U-M study on weight says the 'freshman 15' is an exaggeration
A new study confirms what many college students have known all along: The 'freshman 15' is an exaggeration.
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Instead, students gain about three pounds their first year, according to the study. Researchers involved in the project interviewed roughly 7,400 people nationwide over a one-year period.
"I don't think I gained much more than seven pounds," recalled U-M junior Andrea Alajebovic. By sophomore year, Alajebovic had learned how to balance a college diet and lost the extra weight.
"I did gain weight my freshman year, but it's because of the dorms," she said. Eating "buffet-style, high sodium meals" at campus dorms is the cause of most freshman weight gain, Alajebovic surmised.
U-M senior Dustin Eisenstat agreed.
"There's definitely a weight gain because it's hard to adjust your diet to college," he said. "But I don't know if there's an exact number."
The recently released study, however, disagrees. It says that on average women gain 2.4 pounds their freshman year, while men gain 3.4 pounds.
"That’s a lot less than 15 pounds," said U-M Dearborn researcher Pat Smith, who conducted the study. In reality, fewer than 10 percent of students gain 15 pounds or more their freshman year.
"All these stories about the freshmen 15 are clearly exaggerations," Smith said.
However, young adults in college do gain about half a pound more than young adults who aren't in college, Smith said.
The study also found that 25 percent of freshman lost weight their freshman year.
Such was the experience of Sara Satin.
"I try to avoid eating food in the middle of the night or hitting up the dessert bars," the U-M freshman said. "And there's a little bit of walking during the day."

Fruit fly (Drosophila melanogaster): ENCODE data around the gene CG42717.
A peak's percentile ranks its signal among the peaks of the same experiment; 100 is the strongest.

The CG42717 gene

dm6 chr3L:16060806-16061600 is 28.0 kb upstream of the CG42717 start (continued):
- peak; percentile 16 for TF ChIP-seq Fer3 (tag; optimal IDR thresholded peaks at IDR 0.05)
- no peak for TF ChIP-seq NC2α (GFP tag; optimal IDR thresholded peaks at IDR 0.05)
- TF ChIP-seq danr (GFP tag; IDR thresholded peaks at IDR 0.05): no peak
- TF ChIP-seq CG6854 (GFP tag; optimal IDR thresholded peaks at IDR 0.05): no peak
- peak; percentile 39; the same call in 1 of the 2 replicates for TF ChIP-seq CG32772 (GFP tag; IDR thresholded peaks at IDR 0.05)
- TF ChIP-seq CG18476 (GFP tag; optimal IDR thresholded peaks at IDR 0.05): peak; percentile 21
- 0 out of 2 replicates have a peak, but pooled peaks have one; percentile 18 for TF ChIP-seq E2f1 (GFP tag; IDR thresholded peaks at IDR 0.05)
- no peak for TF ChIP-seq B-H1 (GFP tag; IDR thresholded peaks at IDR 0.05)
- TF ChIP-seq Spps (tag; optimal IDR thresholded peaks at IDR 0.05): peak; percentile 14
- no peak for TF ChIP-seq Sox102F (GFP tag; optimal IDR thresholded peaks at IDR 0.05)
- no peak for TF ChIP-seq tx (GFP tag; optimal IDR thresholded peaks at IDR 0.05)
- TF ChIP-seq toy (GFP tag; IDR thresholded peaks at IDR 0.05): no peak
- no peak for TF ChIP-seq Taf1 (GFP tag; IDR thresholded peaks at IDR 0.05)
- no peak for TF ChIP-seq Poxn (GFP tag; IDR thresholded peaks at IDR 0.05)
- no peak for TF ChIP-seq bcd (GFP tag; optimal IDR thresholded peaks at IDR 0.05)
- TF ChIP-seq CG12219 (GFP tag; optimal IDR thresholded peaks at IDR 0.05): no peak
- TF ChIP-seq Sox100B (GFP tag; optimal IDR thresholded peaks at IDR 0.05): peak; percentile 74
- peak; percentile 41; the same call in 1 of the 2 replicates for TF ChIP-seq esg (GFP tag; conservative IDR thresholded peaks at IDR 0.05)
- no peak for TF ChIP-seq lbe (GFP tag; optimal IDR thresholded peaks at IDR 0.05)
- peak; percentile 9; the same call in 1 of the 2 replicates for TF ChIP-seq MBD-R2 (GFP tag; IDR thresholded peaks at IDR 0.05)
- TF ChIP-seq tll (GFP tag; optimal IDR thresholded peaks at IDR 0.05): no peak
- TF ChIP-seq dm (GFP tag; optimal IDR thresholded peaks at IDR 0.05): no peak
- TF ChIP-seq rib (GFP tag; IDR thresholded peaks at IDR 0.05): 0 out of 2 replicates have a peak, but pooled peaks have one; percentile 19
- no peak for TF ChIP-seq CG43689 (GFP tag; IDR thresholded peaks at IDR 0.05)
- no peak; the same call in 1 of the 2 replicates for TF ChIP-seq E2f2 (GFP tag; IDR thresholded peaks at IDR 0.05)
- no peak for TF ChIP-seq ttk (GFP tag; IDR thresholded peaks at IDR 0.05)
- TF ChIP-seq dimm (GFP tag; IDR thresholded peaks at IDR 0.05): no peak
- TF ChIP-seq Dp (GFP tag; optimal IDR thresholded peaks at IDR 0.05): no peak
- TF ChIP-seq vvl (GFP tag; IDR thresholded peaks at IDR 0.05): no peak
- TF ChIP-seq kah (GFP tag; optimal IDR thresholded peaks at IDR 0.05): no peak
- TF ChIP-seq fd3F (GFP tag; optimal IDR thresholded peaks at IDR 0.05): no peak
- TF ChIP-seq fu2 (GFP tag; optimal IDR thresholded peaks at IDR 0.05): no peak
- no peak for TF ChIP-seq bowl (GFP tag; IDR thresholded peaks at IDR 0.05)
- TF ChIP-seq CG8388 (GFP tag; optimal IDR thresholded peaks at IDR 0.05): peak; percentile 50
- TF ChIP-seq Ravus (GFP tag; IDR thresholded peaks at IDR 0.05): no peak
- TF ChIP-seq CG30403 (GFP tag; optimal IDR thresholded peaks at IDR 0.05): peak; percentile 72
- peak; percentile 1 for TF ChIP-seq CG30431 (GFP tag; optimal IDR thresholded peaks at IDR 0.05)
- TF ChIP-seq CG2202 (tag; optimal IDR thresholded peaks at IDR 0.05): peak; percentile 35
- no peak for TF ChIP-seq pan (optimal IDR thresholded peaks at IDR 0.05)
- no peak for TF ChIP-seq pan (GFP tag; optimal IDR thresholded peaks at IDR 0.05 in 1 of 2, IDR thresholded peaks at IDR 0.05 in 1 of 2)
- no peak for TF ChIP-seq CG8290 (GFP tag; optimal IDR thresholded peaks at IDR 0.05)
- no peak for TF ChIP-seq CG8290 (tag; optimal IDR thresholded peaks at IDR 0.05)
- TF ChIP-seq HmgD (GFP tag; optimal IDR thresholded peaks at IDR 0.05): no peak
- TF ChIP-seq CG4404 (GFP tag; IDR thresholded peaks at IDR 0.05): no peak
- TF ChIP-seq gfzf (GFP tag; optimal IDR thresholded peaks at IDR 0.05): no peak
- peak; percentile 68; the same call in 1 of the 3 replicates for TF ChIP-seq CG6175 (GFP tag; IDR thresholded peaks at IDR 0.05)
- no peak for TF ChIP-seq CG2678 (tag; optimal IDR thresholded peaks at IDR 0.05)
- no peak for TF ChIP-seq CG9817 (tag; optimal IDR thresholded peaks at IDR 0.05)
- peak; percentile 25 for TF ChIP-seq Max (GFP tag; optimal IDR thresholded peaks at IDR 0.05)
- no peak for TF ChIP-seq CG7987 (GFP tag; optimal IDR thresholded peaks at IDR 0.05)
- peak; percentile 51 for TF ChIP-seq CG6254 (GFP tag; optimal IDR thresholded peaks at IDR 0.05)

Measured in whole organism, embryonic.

The trek from class to class on the large Ann Arbor campus and access to the school's three gyms are helpful in keeping the weight off, Satin said.
"Everyone worries about it... but people don't gain that much weight usually," she said. "The actual number 15 is exaggerated."
Amy Novvab, a U-M junior, said she didn't gain any weight her freshman year, either. She said that often the stress of a college workload leads many freshmen to lose weight.
Novvab said that as awareness of obesity grows, so does the number of options in dining halls.
"At Michigan, every night there's lots of options, so you can find healthy foods," she said.
But Novvab said that self-restraint can be difficult because many college gatherings are "surrounded by food."
The study found that once individuals enter adulthood, they steadily gain two or three pounds each year.
"Don’t worry about the freshman year, worry every year about not gaining too much weight," Smith warned. "It could sneak up on you."
Last year, a U-M study determined that freshman weight gain was directly correlated to the weight of a student's roommate. Additionally, U-M's gradual switch to trayless dining halls may help curb weight gain.